Non-medical requirements for SSDI claimTo qualify for Social Security Disability Insurance (SSDI) benefits, you must have a medical condition that stops you from working. The condition must meet Blue Book requirements from the Social Security Administration (SSA). But having just a medical condition isn’t enough. When applying for SSDI benefits, you need to know what else the SSA needs and be able to provide it. An experienced lawyer can answer any questions you may have.

Generally, you can only get SSDI benefits if you cannot work for at least a year. There is a five-month waiting period. This means the first benefit payment won’t come until the sixth full month. Your Massachusetts disability lawyer can answer any questions you may have. 

How to Qualify for Social Security Disability Insurance

To qualify for SSDI, you will first need to have a medical condition stopping you from working and prove you are disabled for SSDI. Without this, the SSA will deny your application. To qualify for SSDI benefits, you must also meet non-medical requirements such as:

  • Be a U.S. citizen or permanent resident who has paid Social Security taxes. Non-citizens and active U.S. military may qualify if they meet other criteria.
  • Have worked in jobs covered by Social Security, including self-employment
  • Be between 18 and 65 years of age
  • Be unable to work or have a reduced ability to work
  • Apply before your date last insured (DLI)
  • Not be engaged in substantial gainful activity (SGA)
  • Have earned enough Social Security work credits

What Is Substantial Gainful Activity (SGA)?

Substantial gainful activity (SGA) refers to any work making you more than a certain limit. SSA defines this limit each year. For 2023, SGA is defined as $1,470 per month in gross income. For people who are legally blind, the SGA monthly earnings limit is $2,460 in gross income.

If you exceed the SGA limit, SSA will deny your SSDI claim. Based on this definition, you are not disabled. This means you can work a little bit and still receive SSDI benefits. But, if your monthly earnings come close to SGA limits, your claim may be denied. 

What Are Work Credits and How Many Do You Need?

To qualify for SSDI, you must have worked and paid Social Security taxes. The SSA counts this in the form of work credits. You can earn up to four work credits per year. In 2023, you earn one credit for each $1,640 of earnings. This includes wages and self-employment income. After you’ve earned $6,560, you will have earned all four credits for 2023. The amount needed per credit has increased each year. Members of the U.S. military earn work credits the same way.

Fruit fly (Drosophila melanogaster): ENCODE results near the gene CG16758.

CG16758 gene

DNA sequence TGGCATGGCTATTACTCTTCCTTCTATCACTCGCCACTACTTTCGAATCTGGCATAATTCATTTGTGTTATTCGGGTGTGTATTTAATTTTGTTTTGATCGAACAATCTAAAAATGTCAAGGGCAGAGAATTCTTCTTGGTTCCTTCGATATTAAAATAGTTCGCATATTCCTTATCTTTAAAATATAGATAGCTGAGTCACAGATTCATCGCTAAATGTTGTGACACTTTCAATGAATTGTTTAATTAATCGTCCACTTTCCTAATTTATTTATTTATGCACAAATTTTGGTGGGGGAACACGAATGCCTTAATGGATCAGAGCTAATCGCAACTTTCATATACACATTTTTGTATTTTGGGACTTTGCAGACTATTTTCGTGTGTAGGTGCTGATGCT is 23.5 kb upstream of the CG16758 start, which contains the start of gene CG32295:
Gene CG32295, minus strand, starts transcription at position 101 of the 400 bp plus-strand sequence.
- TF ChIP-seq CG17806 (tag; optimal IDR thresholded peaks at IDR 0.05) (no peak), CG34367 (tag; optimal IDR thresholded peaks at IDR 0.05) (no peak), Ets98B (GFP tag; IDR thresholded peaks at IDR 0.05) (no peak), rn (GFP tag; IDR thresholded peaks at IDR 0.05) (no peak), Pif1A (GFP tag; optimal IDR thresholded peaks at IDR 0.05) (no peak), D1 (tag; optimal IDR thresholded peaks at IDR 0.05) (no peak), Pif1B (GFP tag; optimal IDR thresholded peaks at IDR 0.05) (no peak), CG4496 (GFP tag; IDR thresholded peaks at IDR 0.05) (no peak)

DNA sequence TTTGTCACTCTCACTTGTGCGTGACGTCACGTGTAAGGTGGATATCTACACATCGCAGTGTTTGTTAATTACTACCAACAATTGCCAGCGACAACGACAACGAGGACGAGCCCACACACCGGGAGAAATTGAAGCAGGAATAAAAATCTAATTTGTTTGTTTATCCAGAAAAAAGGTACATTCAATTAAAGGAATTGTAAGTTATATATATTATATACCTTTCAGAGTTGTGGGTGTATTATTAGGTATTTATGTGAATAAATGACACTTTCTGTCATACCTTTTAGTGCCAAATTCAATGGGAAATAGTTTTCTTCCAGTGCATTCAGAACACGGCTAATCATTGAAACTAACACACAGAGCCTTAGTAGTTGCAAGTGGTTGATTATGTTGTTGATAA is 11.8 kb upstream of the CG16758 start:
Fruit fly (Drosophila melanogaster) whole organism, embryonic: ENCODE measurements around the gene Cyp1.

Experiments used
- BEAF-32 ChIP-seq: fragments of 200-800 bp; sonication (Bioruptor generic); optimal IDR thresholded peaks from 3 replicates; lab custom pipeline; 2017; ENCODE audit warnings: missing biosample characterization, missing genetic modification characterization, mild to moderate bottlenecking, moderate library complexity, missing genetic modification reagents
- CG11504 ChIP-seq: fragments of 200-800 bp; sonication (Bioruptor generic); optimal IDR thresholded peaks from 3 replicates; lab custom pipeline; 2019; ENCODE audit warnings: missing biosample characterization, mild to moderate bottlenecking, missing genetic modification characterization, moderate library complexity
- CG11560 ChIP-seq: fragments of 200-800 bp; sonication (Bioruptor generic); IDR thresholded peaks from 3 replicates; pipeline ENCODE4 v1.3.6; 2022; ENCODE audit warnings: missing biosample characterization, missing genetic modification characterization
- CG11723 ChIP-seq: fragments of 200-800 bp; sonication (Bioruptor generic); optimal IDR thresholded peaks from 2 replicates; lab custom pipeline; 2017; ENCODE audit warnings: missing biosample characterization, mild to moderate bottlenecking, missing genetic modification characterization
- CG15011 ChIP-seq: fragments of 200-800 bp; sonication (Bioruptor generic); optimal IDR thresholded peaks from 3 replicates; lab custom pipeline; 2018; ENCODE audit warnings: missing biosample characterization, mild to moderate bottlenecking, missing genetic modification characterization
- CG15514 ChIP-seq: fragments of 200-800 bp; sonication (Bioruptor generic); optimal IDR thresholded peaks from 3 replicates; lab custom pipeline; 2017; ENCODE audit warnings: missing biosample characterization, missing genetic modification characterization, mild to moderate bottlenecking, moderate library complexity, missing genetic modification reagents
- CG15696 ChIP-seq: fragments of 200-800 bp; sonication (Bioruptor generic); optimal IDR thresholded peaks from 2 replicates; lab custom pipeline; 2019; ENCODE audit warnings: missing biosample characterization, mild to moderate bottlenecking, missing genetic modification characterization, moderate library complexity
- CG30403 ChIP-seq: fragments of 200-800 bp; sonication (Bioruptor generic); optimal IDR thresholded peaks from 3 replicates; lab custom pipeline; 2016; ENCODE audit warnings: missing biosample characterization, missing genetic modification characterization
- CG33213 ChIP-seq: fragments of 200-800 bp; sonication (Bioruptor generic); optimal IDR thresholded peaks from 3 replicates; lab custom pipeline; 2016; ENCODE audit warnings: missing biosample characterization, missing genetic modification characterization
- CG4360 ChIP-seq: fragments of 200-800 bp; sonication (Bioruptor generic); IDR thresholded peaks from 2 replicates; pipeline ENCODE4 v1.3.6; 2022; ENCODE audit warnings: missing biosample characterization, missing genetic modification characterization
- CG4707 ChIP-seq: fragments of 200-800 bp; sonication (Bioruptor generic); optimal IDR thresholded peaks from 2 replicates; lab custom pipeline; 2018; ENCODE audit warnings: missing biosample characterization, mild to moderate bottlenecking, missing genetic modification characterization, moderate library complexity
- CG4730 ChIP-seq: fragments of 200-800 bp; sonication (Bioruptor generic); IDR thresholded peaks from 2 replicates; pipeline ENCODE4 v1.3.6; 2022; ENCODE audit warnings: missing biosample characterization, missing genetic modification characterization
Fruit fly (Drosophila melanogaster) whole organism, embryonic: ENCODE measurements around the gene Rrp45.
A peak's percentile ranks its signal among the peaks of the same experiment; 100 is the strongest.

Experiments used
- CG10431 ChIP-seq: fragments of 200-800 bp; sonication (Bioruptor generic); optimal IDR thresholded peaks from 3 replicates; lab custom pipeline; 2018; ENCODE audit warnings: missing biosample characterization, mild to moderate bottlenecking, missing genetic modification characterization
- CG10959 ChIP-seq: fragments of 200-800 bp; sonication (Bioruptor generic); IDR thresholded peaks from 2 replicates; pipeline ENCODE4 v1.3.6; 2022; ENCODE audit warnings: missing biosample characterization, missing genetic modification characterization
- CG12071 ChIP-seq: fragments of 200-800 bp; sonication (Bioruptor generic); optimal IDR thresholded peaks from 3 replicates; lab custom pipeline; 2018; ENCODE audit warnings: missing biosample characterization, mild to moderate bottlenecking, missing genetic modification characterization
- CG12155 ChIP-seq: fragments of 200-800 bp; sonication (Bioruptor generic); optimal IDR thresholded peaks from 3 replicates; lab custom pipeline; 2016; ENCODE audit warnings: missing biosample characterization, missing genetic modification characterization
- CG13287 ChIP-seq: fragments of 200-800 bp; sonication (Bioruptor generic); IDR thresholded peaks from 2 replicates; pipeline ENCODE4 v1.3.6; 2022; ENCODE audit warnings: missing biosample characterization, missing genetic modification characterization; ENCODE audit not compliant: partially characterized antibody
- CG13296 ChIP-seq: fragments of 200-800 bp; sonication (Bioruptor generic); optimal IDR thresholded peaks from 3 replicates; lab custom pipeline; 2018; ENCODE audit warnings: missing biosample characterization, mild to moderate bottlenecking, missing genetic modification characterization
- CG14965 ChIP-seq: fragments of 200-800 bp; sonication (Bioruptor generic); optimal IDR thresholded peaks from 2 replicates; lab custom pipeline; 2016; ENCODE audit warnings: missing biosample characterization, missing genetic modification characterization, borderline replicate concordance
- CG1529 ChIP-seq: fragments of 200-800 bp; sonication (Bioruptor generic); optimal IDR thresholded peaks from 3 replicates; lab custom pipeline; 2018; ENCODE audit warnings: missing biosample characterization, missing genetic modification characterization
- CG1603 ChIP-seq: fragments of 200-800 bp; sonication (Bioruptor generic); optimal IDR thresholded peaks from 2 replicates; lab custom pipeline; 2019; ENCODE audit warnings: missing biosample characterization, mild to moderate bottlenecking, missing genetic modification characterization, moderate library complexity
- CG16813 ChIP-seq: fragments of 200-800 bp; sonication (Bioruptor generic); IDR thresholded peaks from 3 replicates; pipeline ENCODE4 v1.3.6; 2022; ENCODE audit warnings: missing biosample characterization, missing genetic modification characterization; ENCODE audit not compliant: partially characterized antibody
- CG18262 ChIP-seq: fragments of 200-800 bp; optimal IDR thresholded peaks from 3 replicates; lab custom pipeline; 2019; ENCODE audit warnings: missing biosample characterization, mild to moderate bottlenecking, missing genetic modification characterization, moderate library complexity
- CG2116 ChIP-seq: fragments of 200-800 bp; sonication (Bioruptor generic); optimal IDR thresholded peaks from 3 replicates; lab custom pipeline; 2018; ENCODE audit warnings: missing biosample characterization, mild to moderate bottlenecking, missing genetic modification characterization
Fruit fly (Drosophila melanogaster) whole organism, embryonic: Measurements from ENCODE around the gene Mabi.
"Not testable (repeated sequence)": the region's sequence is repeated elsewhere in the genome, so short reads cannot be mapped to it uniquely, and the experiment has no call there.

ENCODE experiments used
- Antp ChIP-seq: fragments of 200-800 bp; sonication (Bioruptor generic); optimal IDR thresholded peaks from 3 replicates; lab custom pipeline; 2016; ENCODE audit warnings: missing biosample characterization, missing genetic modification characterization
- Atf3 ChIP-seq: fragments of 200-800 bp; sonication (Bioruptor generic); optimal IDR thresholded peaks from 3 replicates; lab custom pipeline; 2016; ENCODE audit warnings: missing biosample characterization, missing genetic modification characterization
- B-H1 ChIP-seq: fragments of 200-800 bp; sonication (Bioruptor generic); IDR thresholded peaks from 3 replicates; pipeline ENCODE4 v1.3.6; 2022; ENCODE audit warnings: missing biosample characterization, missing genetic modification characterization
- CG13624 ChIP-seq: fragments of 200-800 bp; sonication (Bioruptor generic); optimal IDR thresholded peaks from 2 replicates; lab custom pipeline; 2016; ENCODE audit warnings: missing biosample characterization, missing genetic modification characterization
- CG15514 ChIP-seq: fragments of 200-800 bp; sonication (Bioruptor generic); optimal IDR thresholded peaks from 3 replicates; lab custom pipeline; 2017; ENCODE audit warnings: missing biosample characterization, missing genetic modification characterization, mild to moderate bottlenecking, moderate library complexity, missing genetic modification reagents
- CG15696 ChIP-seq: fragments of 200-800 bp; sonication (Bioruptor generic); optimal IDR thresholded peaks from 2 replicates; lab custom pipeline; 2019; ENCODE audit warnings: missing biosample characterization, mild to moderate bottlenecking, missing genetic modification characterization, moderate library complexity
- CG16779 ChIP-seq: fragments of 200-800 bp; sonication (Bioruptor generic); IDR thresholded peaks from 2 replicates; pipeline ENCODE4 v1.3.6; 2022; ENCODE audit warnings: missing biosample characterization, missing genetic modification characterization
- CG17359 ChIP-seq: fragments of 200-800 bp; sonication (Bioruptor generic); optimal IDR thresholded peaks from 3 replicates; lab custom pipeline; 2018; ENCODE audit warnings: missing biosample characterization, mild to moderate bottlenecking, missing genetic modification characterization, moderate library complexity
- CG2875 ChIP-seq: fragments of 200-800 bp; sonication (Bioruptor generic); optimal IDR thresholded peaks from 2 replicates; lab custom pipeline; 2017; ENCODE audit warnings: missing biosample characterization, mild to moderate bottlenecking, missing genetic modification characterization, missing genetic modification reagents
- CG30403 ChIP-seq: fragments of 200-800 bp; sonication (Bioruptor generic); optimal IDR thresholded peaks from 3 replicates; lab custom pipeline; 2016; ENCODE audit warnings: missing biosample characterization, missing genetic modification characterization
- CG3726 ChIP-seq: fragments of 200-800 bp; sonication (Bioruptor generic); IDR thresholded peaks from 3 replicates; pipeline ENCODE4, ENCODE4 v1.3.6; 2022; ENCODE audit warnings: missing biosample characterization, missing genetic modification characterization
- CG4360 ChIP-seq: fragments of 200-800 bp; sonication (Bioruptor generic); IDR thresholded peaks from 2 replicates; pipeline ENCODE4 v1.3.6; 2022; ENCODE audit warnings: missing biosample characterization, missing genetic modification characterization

The number of work credits you need depends on the age at which you developed your disability. For example:

  • Before age 24, you need six credits.
  • Between 24 and 30, you need half the credits between age 21 and disability onset.
  • Between 31 and 42, you need 20 credits.
  • At age 44, you need 22 credits.
  • At age 46, you need 24 credits.
  • At age 48, you need 26 credits.
  • At age 50, you need 28 credits.
  • At age 54, you need 32 credits.
  • At age 56, you need 34 credits.
  • At age 58, you need 36 credits.
  • At age 60, you need 38 credits.
  • At age 62 or older, you need 40 credits. 

After the age of 30, at least 20 work credits must be from the ten years just before the disability. If you receive the full four credits each year, this works out to five years of work in the last ten years. Understand that you still need to meet the minimum total credits.

How an Attorney Can Help

If filing for benefits is not as easy as you had hoped, you may want to enlist the help of an attorney. Many factors could complicate your application. Since the SSA requires enough evidence to justify your claim, even if you have a legitimate medical condition. The reasons could be that your income exceeds SGA limits or you haven’t earned enough work credits, or you haven’t earned them recently enough. There could also be a clerical error to deny your claim.

By working with the experienced attorneys at Keefe Law, we can ensure your SSDI application is accurate and complete. We will help you gather the appropriate documentation from medical records to work records. And, if your application is denied, our Boston disability attorneys can appeal your denied claim. We are on your side.

Schedule Your Free Consultation Today

Get the guidance and support you need. Before you apply for SSDI benefits, reach out to Keefe Law. Contact us by calling 508-283-5500 or toll-free at 888-904-6847, or complete our online contact form. We can schedule a free case evaluation and review your application. We can help you have the best chance at expedient approval and maximum benefits. 

John L. Keefe
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Founding Attorney, Massachusetts Social Security Disability Lawyer